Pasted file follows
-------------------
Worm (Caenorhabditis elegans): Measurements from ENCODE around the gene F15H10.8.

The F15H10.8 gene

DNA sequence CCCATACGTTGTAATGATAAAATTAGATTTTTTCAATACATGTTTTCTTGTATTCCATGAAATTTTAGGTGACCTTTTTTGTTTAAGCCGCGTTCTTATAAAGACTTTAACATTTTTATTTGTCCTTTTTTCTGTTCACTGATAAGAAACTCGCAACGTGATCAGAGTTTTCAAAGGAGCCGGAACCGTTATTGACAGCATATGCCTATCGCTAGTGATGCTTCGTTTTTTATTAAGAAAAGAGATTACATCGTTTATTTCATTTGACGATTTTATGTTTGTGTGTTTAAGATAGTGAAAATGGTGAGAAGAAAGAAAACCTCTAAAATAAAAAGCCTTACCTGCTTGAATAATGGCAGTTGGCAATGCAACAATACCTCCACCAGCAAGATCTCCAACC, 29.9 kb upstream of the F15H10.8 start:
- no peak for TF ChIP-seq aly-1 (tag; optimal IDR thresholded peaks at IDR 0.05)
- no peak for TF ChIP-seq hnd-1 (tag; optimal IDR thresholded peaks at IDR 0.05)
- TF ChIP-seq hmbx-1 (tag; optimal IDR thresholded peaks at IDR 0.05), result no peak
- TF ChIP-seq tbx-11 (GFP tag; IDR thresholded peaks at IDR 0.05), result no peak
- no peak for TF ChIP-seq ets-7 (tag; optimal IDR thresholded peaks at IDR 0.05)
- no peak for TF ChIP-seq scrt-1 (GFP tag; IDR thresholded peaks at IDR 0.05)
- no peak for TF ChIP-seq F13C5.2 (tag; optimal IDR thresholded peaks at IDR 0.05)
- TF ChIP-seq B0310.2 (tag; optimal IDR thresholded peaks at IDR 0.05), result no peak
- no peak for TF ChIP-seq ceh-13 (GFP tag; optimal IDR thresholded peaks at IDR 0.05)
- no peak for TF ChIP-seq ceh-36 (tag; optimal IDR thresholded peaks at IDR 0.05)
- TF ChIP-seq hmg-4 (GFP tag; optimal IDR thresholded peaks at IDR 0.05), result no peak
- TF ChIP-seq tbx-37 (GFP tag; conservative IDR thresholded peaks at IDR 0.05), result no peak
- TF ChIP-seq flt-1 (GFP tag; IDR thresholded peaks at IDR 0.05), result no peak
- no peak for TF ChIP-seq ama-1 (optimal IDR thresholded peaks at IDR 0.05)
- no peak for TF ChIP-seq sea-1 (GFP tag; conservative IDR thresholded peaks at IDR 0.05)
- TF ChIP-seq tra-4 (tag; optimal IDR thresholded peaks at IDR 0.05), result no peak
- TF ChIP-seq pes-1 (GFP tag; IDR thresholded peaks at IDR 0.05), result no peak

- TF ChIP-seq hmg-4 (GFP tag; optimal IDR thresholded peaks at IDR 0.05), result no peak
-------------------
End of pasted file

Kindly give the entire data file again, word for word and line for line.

Worm (Caenorhabditis elegans): Measurements from ENCODE around the gene F15H10.8.

The F15H10.8 gene

DNA sequence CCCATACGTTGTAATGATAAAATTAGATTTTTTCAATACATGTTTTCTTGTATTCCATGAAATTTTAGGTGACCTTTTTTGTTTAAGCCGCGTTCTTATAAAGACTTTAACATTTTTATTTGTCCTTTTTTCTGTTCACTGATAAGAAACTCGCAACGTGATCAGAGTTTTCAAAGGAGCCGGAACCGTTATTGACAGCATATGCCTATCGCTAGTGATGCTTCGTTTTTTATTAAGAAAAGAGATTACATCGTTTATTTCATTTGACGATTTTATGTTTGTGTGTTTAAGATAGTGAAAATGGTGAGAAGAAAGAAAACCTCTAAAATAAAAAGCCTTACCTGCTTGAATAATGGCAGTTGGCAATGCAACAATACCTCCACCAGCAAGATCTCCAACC, 29.9 kb upstream of the F15H10.8 start:
- no peak for TF ChIP-seq aly-1 (tag; optimal IDR thresholded peaks at IDR 0.05)
- no peak for TF ChIP-seq hnd-1 (tag; optimal IDR thresholded peaks at IDR 0.05)
- TF ChIP-seq hmbx-1 (tag; optimal IDR thresholded peaks at IDR 0.05), result no peak
- TF ChIP-seq tbx-11 (GFP tag; IDR thresholded peaks at IDR 0.05), result no peak
- no peak for TF ChIP-seq ets-7 (tag; optimal IDR thresholded peaks at IDR 0.05)
- no peak for TF ChIP-seq scrt-1 (GFP tag; IDR thresholded peaks at IDR 0.05)
- no peak for TF ChIP-seq F13C5.2 (tag; optimal IDR thresholded peaks at IDR 0.05)
- TF ChIP-seq B0310.2 (tag; optimal IDR thresholded peaks at IDR 0.05), result no peak
- no peak for TF ChIP-seq ceh-13 (GFP tag; optimal IDR thresholded peaks at IDR 0.05)
- no peak for TF ChIP-seq ceh-36 (tag; optimal IDR thresholded peaks at IDR 0.05)
- TF ChIP-seq hmg-4 (GFP tag; optimal IDR thresholded peaks at IDR 0.05), result no peak
- TF ChIP-seq tbx-37 (GFP tag; conservative IDR thresholded peaks at IDR 0.05), result no peak
- TF ChIP-seq flt-1 (GFP tag; IDR thresholded peaks at IDR 0.05), result no peak
- no peak for TF ChIP-seq ama-1 (optimal IDR thresholded peaks at IDR 0.05)
- no peak for TF ChIP-seq sea-1 (GFP tag; conservative IDR thresholded peaks at IDR 0.05)
- TF ChIP-seq tra-4 (tag; optimal IDR thresholded peaks at IDR 0.05), result no peak
- TF ChIP-seq pes-1 (GFP tag; IDR thresholded peaks at IDR 0.05), result no peak

- TF ChIP-seq hmg-4 (GFP tag; optimal IDR thresholded peaks at IDR 0.05), result no peak